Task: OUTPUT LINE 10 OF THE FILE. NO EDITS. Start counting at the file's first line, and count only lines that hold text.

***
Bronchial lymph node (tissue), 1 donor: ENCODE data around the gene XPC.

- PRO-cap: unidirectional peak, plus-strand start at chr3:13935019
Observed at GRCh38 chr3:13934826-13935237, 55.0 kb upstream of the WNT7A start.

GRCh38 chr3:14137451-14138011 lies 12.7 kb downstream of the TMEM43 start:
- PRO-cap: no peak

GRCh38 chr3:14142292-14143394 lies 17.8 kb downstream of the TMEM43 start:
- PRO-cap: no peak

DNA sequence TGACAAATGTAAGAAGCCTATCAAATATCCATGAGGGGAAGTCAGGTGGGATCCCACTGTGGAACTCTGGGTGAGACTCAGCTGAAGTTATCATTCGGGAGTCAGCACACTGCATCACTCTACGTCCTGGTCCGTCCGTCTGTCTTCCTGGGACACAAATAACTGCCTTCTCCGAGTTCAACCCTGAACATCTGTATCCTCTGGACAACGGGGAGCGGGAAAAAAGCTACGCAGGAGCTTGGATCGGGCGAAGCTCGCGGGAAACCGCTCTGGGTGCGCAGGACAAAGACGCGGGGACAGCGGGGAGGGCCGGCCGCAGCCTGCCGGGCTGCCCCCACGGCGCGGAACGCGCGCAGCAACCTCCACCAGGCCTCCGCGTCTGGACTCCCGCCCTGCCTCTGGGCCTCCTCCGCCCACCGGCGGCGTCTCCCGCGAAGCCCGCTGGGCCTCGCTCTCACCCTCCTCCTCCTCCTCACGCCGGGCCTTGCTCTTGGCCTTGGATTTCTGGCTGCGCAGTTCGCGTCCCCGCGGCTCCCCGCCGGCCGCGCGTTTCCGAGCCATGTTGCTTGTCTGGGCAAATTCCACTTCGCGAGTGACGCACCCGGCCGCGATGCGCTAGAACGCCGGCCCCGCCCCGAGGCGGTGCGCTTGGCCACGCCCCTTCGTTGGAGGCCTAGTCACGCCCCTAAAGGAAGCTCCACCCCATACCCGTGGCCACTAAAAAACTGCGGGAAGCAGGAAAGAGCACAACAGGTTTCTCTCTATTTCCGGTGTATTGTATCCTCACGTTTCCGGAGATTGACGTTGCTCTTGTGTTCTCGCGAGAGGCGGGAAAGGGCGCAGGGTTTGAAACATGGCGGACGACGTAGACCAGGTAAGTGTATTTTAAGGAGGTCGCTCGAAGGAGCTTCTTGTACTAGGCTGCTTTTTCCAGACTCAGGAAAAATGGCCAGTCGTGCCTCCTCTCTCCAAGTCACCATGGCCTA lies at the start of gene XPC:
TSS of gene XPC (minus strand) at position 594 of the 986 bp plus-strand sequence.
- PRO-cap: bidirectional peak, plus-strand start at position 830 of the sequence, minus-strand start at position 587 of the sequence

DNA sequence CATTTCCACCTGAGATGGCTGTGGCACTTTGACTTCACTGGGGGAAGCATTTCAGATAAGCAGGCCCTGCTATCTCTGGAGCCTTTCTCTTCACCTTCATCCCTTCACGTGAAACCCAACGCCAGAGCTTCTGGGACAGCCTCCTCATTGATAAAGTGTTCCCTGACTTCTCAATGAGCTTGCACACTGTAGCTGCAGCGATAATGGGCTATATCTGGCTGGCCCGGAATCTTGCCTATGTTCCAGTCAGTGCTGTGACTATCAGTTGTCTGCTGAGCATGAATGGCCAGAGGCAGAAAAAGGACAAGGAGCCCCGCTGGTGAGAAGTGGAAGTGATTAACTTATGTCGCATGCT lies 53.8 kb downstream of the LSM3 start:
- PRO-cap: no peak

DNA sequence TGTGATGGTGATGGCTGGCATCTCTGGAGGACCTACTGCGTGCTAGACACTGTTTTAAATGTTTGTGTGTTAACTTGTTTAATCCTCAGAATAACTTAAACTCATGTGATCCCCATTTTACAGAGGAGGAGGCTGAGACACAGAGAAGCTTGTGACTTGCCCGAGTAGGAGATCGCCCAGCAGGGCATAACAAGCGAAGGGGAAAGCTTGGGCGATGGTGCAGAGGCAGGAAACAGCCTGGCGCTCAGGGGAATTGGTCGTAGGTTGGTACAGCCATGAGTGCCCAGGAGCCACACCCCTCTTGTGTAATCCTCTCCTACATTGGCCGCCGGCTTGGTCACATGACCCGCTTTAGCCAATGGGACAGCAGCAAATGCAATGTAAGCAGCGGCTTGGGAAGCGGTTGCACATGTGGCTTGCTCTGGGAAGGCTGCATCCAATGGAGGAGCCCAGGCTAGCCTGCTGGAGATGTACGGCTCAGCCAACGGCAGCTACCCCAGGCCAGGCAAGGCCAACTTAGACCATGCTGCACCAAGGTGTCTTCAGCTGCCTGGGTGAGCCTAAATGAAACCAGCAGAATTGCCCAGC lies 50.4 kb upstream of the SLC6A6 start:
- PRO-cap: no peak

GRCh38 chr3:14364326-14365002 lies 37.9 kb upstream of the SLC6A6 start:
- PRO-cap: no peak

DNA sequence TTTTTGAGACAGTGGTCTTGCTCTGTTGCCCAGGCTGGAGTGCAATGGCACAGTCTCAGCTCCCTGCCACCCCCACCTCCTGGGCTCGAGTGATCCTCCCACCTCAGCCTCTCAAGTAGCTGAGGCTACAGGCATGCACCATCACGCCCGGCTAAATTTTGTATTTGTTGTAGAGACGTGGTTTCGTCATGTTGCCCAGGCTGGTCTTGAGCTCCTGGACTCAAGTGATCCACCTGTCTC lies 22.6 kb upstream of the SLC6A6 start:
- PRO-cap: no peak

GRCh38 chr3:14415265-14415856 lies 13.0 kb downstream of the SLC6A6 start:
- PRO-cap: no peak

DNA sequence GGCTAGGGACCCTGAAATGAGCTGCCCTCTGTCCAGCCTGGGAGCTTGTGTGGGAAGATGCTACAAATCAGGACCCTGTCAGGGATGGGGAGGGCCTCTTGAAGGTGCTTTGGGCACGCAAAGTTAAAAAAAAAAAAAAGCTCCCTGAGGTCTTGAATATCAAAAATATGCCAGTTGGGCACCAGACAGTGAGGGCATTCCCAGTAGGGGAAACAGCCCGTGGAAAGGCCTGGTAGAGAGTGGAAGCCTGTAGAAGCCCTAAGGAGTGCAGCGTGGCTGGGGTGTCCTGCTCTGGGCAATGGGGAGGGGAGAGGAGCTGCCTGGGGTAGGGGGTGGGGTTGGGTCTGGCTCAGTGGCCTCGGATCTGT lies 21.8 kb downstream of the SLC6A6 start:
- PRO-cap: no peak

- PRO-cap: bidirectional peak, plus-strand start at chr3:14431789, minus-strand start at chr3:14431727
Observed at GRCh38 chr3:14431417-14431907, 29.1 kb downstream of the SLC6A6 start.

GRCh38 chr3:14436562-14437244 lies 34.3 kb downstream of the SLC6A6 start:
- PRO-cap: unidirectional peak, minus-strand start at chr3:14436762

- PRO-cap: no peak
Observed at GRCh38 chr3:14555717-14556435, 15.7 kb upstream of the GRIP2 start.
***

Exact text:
- PRO-cap: bidirectional peak, plus-strand start at position 830 of the sequence, minus-strand start at position 587 of the sequence